A delicious loaf cake with a moist raspberry centre.
Yet another recipe from my Mum’s folder of clippings from various magazines. Unfortunately, there’s nothing on the cutting to say which magazine this came from – sorry! I made a couple of changes to the given method and was pleased with the results 🙂
- 175 g / 6 oz butter and a little extra for greasing your tin
- 4 tbsp seedless raspberry jam (i.e. jelly jam)
- 175 g / 6 oz raspberries – you can use either fresh or frozen
- 150 g / 5.5 oz plain flour
- 1 tsp baking powder
- 150 g / 5.5 oz caster sugar
- 100 g / 4 oz ground almonds
- 50 g / 2 oz walnuts, roughly chopped
- zest of 1 large lemon
- 3 eggs, lightly beaten
- icing sugar for dusting.
Prepare a large loaf tin. Grease the inside with butter and line with greaseproof baking paper. If you can find them, you can use ready-shaped loaf tin liners.
Pre-heat your oven to 180 degrees C (160 degrees C fan) / Gas Mark 4 / 350 degrees F.
Warm the jam until it’s smooth. You can do this in a pan, or by putting it in the microwave for 30 seconds. Gently stir the raspberries into the jam until they are coated.
In a large bowl, cream together the butter and sugar. Mix in the eggs, adding them one at a time and stirring until combined. Sift in the baking powder and flour. Add the ground almonds, lemon zest and most of the walnuts (leave about a quarter of them to sprinkle over the top of the cake). Stir all the ingredients together until combined.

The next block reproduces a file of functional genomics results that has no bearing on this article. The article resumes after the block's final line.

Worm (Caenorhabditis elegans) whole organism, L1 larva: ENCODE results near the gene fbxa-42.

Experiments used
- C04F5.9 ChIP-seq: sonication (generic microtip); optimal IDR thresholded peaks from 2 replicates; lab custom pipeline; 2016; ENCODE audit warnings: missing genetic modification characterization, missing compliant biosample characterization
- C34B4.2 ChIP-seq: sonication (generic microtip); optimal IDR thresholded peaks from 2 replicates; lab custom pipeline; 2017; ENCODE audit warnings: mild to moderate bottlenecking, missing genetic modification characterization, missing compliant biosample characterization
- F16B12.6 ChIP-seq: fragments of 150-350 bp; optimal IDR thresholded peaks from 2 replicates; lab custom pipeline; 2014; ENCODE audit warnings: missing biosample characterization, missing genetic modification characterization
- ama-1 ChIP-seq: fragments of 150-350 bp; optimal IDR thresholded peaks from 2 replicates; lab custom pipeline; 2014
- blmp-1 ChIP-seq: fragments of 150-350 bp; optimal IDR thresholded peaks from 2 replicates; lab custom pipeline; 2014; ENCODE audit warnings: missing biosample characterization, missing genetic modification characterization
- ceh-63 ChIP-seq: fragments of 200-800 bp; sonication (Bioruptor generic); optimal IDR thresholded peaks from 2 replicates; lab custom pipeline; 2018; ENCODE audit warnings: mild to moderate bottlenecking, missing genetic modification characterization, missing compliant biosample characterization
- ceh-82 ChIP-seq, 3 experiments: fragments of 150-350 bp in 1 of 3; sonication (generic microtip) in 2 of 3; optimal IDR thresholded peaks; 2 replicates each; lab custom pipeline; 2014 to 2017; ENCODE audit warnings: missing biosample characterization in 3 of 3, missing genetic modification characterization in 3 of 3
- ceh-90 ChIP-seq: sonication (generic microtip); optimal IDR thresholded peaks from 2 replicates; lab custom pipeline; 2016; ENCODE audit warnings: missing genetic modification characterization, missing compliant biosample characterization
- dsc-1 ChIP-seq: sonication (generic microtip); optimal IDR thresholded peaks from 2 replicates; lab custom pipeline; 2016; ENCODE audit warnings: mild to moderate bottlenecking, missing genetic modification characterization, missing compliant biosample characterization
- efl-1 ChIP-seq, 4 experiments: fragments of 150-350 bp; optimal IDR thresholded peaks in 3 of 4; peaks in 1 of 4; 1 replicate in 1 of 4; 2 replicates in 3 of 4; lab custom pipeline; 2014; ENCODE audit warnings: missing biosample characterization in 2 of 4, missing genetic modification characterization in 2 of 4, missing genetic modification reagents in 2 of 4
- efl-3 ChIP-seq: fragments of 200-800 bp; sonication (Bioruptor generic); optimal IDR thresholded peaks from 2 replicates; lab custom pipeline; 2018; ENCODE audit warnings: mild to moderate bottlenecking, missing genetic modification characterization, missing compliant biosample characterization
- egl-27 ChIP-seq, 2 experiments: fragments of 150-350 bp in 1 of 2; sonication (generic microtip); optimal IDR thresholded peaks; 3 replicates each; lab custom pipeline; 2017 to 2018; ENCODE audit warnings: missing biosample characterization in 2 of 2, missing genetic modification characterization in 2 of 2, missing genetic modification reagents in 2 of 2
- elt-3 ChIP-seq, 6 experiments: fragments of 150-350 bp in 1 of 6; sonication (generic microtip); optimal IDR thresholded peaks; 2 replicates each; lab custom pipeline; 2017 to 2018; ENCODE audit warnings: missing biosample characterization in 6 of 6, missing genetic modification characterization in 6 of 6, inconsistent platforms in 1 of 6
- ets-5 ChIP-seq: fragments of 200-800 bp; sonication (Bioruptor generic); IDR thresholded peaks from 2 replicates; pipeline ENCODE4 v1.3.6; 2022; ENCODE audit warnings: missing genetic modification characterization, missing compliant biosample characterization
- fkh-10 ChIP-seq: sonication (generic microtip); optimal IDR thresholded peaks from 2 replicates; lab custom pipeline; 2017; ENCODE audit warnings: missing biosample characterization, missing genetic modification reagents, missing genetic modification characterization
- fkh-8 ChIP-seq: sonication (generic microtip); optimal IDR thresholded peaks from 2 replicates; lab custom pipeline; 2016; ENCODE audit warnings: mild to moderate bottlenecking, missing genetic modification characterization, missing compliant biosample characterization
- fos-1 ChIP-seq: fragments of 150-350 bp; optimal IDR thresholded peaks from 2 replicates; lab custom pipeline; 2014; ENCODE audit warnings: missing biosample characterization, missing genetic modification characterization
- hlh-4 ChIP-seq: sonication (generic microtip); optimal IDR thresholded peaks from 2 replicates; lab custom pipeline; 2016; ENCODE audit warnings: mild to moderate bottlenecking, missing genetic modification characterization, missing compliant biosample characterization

Spoon half of the cake mixture into your loaf tin, making sure the bottom of the tin is covered.
Spoon about three quarters of your raspberry mixture onto this lower cake layer. Try to keep your layer of raspberries away from the sides of the cake to prevent “bleeding” during baking.
Carefully spoon the rest of the cake mixture around the sides of the raspberry layer and over the top. Sprinkle the remaining walnuts over the cake and bake for 35-40 minutes or until golden brown and firm to the touch.
Leave to cool in the tin for 5-10 minutes and then turn out onto a wire rack to finish cooling. Caution! It’s best to lift the cake out vertically, using the greaseproof paper to help you. If you have to tip the tin upside down be careful in case any boiling jam runs out and scalds you (not that this happened to me or anything…).
As you can see, the cake did dip in the middle. You might be able to counteract this by spooning extra mixture along the centre of the tin before putting the cake in the oven. Finally, spoon the remaining raspberry mixture over the cake and sprinkle with icing sugar to serve.
The cake is slightly gooey next to the inside layer of jam and fruit.
This final picture shows how much was left after the first serving, giving you an idea of how tasty this cake is!
The cake will keep for few days if stored in an airtight container and kept in a cool, dry place. I’d also recommend wrapping the end of the cake in clingfilm (aka plastic wrap) to stop it drying out.
And if you’re looking for other recipes featuring raspberries:
Raspberry ripple sponge layer cake with raspberry buttercream.
White chocolate layer cake with raspberry buttercream filling.